Season two, though, started out by having Jimmy turn around and accept that same job. This was a surprising choice, one that would seem to hint that Gilligan and Gould decided to revise whatever master plan they had for the series. There’s no sin in course correcting, but this was more like hitting the brakes and taking a U-turn—only to then drive a slightly different route to the same spot. Season one depicted Jimmy trying to move away from his old Slippin’ persona to earn Chuck’s respect before realizing Chuck was worse than unreachable. Season two had Jimmy again try to walk the path of respectability in hopes of pleasing a different loved one, Kim. This time, instead of being actively undermined by someone else, he faced an authentic clash between his own criminal leanings and the strictures of legal ethics. Jimmy’s problem is Jimmy.

But, still, it’s really also Chuck. He’s the one man Jimmy can’t fully con because the normal calculations about a mark’s humanity, compassion, and mercy don’t apply when that mark loathes you. Much of this season has been spent with flashbacks showing how firmly rooted Chuck’s resentment toward Jimmy is, and with present-day deceptions from Jimmy that show why some amount of that resentment is warranted. When the last scene of the finale revealed Chuck had been taping Jimmy’s confession of fraud, I’m not sure it represented all that different a betrayal from Chuck’s big betrayal in season one. But it was meant to feel deeper and more tragic given how much more we’d learned about their relationship.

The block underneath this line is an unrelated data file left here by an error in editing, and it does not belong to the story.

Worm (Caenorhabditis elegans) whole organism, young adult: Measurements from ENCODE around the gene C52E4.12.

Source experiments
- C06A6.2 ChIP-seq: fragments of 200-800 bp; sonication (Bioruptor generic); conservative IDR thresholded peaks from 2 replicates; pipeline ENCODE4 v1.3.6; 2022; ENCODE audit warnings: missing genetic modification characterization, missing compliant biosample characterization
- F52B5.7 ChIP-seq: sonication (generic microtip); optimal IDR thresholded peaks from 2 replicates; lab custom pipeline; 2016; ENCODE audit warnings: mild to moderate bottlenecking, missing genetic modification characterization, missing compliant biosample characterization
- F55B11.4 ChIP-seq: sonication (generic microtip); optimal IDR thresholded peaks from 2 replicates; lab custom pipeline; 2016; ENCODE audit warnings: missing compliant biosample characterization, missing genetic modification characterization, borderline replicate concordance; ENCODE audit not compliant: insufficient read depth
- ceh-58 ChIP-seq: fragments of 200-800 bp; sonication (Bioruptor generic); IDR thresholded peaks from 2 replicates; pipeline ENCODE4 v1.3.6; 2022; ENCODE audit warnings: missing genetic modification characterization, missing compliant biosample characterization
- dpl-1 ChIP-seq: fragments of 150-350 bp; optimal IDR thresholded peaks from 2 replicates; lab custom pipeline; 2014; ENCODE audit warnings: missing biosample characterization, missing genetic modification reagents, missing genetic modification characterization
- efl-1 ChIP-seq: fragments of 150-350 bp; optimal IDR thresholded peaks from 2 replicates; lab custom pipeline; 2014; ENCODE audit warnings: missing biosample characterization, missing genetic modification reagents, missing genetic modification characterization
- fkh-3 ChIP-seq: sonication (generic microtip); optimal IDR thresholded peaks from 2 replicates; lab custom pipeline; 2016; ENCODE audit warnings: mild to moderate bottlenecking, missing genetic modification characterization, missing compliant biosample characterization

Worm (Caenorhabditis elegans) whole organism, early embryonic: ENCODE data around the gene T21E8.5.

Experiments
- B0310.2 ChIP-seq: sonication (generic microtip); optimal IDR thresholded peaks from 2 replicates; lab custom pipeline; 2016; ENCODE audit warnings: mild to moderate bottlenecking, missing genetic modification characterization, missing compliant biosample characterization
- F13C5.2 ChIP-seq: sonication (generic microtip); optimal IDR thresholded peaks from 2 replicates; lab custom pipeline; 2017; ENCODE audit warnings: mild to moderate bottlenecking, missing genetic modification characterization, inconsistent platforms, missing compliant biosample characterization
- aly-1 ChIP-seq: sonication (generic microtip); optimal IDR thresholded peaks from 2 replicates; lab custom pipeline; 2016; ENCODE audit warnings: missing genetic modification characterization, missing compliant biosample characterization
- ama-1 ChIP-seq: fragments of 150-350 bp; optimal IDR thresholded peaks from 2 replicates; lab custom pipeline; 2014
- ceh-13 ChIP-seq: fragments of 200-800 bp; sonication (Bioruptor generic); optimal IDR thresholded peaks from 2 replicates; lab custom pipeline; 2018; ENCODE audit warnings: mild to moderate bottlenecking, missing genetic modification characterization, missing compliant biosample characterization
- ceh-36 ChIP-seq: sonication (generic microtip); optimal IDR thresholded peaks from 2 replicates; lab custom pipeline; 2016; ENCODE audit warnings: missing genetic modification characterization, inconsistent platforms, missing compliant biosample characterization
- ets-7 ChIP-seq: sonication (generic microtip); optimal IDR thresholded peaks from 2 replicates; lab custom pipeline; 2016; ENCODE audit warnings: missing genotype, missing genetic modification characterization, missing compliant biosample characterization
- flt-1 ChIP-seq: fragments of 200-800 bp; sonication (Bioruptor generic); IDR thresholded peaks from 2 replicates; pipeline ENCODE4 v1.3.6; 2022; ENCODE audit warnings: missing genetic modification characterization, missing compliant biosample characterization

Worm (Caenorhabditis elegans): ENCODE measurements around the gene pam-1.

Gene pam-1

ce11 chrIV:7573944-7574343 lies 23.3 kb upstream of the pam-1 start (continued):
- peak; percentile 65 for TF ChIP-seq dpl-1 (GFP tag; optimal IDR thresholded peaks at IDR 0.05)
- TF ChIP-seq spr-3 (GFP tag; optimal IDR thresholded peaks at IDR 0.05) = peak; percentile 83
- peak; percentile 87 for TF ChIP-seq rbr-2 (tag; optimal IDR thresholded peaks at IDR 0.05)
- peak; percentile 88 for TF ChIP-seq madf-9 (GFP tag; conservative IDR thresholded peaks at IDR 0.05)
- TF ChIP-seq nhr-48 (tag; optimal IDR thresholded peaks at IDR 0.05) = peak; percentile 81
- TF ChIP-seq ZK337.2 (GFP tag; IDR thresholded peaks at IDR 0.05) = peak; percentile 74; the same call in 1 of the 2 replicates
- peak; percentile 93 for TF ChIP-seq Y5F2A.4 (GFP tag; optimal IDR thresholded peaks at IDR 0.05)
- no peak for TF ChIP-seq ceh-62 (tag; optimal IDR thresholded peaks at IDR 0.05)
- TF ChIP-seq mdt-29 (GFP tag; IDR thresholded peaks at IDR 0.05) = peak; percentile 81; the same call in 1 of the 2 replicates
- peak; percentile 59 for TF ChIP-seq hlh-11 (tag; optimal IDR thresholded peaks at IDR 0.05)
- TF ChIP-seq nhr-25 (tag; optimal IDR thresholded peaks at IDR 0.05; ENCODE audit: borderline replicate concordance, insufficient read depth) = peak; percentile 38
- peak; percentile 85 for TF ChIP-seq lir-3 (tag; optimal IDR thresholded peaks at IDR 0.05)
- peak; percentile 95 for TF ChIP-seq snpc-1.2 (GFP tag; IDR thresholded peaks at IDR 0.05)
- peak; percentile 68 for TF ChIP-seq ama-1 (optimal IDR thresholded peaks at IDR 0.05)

It would be churlish to ding a show for deciding to shade more nuance in its characters. Better Call Saul’s recursive second season did, happily, have time to round out Kim by giving her goals, struggles, a code, and a personality—but ideally it would have done that in any case. It gave Mike a full arc of trying and failing to resist the pull of underworld violence—but many viewers sort of assumed that arc had already happened after seeing the first-season flashback to his time as a cop. Mike’s storyline was nevertheless the most exciting thing here, a reminder of the fact that though Vince Gilligan has a charming obsession with the peeling-paint banality of administrative offices and parking lots, his real talent is as a crime writer. Those talents went underused this season because all the work Better Call Saul did to deepen its world came at the expense of expanding it, or even playing around very much. One-off cases were not taken. New characters obviously worth seeing more than once were not introduced. The same battles that defined the first season were mostly just waged again and again. The best scene was a montage with an inflatable air dancer.